Meet Digital Sisterhood Leader Veronica Woods


Photo Credit: Veronica Woods

Photo Credit: Veronica Woods

Meet Digital Sisterhood Leader Veronica Woods, founder of My Salon Scoop Consulting and author of The A-List Salon: Inside Secrets of How Profitable Salons WOW Their Clients Every Day. Veronica was named 2012 Digital Sister of the Year – Empowerista.

Fun Facts: Veronica and Digital Sisterhood Network founder Ananda Leeke are members of Sigma Gamma Rho Sorority, Inc. They met for the first time during Sigma’s national conference in Palm Springs, California. During the conference, Ananda interviewed Veronica for her YouTube channel. Veronica appeared as a guest on Digital Sisterhood Radio and was featured as a guest blogger during Digital Sisterhood Month 2011.

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Digital Sisterhood Leadership Project (#DSLead) Interview:

1) How can people find you online?

2) Why did you start using social media?

I started to use social media as a means to get the word out for my first website. I wanted to reach women across the major cities with a limited budget. I understood that social media allowed me to reach people by their interests easily.

3) What has social media allowed you to do in your life (personal, professional, business, nonprofit, community)?

It has allowed me to connect with people who have similar goals that I would not otherwise have known exist. Almost anyone can be just one or two tweets away.

4) In her 2011 Digital Women: from geeks to mainstream presentation that was given at the WIFT International Women Conference for Digital Women, Dr. Taly Weiss, a social psychologist and CEO/Founder of Trendspotting, concluded that “women are dominant digital users – they breathe and live digital.”  Dr. Weiss’ conclusion echoes BlogHer’s 2011 Social Media Matters Study findings.  They include 87 million women (18 to 76 years old) are now online, 69 million women use social media weekly, 80 million women use social media monthly, and 55 million women read blogs monthly. These facts illustrate the power and presence women have in the digital space. Now that’s Digital Sisterhood!

How has social media helped you carve out leadership roles as you interact online and offline?

When I started with my online resource for African-American women about hair, I knew that the online information available was fragmented and oftentimes with incorrect information. While most online beauty blogs and such posted information about individual’s personal experiences, I went the extra mile to interview beauty pros. I have found by just presenting information with credible sources and good content, you can just claim your spot.

5) Social media has helped women become Digital Sisterhood Leaders, ambassadors of social expression who share what they are passionate about online.  In her upcoming book, Digital Sisterhood: A Memoir of Fierce Living Online (2013), Ananda Leeke, founder of the Digital Sisterhood Network, writes, “Without even knowing it, women have become Digital Sisterhood Leaders as they use their social media platforms to advocate causes; to build communities; to create apps, art, books, businesses, products, publications, services, tools, and webisodes; to curate content; to educate and inform; to give voice to their thoughts as subject matter experts, thought leaders, and brand ambassadors; to share information and experiences; to explore and experiment with new technologies as early adopters and trendsetters; to engage in social good; to influence others with their lifestyles and personal interests; to inspire and motivate; to mentor; to network; to tell their personal stories; and to promote and celebrate the expertise, gifts, and talents of others.  Based on my online and offline interactions, I have identified 12 key leadership roles they play: advocate, community builder, creator, curator, educator, influencer, mentor, motivator, promoter, social do gooder, storyteller, and thought leader.”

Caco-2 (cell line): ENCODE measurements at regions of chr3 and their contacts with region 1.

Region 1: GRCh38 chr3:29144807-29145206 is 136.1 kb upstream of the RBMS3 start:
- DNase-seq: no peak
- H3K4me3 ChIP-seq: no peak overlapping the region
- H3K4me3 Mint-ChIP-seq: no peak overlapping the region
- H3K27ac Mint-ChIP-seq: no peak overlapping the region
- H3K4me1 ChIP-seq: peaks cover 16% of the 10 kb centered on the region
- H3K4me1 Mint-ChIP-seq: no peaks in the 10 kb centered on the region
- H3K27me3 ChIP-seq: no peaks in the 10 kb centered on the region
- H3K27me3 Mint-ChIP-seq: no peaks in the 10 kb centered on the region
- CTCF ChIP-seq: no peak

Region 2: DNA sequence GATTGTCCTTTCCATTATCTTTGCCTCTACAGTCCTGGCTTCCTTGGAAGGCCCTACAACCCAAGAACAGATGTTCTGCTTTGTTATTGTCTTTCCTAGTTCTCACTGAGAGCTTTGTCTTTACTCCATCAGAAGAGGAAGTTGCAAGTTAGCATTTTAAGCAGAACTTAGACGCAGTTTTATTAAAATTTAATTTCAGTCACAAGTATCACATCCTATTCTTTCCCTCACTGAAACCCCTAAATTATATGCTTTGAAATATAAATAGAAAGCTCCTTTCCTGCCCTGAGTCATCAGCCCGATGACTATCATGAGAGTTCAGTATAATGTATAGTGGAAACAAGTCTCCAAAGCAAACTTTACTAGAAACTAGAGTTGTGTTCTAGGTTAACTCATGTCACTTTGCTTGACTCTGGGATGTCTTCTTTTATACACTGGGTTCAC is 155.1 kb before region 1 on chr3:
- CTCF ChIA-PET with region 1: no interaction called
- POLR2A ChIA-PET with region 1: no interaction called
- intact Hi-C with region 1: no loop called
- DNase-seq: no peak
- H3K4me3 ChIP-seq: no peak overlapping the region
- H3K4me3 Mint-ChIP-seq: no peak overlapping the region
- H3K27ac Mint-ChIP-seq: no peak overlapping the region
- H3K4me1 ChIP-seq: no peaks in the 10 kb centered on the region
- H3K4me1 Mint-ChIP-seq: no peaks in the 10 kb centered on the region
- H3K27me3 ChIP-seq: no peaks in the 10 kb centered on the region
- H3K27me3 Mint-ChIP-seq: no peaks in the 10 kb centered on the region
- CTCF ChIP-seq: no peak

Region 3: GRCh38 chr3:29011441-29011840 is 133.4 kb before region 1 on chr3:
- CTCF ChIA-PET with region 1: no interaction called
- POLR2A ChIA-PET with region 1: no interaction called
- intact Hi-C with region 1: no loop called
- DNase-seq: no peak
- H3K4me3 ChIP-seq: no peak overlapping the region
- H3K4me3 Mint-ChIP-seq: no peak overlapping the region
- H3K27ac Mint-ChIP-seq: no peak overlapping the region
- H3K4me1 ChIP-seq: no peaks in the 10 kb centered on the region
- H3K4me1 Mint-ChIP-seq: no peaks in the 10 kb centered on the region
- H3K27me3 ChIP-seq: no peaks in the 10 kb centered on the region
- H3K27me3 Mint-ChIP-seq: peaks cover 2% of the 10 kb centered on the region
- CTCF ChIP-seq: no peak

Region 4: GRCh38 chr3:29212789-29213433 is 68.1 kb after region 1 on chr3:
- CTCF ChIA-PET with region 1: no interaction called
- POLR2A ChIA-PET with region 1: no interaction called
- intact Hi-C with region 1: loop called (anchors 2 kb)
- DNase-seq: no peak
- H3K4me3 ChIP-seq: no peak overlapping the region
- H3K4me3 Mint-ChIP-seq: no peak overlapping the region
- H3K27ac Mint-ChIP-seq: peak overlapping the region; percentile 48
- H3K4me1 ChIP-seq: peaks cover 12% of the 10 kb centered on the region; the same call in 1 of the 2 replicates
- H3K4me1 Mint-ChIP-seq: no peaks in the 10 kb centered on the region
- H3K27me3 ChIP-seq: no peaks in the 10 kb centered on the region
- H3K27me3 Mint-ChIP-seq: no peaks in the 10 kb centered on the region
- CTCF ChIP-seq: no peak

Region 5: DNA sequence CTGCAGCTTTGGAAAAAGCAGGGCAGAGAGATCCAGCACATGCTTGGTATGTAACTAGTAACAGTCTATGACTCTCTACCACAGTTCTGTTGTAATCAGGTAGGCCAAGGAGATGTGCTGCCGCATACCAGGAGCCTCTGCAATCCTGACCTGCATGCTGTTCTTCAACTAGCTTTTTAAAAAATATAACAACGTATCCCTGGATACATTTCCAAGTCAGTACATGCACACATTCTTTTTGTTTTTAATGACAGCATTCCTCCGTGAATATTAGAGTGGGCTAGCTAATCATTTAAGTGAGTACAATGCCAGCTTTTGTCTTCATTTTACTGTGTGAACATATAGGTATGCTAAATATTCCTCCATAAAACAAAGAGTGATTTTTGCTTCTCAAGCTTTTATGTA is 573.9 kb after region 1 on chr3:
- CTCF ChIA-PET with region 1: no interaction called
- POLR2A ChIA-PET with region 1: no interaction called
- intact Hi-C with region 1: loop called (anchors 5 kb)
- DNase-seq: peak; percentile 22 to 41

What other types of leadership roles do women play in social media?

Connector

6) What types of leadership roles do you play in social media?

Social do gooder, educator, motivator, promoter, and thought leader

7) What lessons have you learned as a leader in the digital space?

Remember to preserve your brand when posting. People are watching. I know that everyone will not agree with everything that I post, but I want to always stay true to how I want my overall business to be perceived.

8) Do you have plans to expand your leadership roles in the digital space? If so, what are they?

I would like to play a bigger thought leader role. I would like to foster more honest communication between the salon professional and consumer communities. I would like more to also spill offline where it can make a big difference.

9) Who are your favorite social media women leaders and why?

Mari Smith is one of my favorites. She provides her up-to-the minute updates on changes that make a difference to her followers. As influential as she is, she keeps a very down-to-earth persona. I aspire to do the same.

10) Share three ways women can use social media to define and express their personal leadership brand.

  • If you are an expert in a field, create your own hashtag and tweet tips using it.
  • Upload candid photos of you “doing your thing” on social media. So remember to take photos.
  • Promote others. Who you promote says a lot about you.
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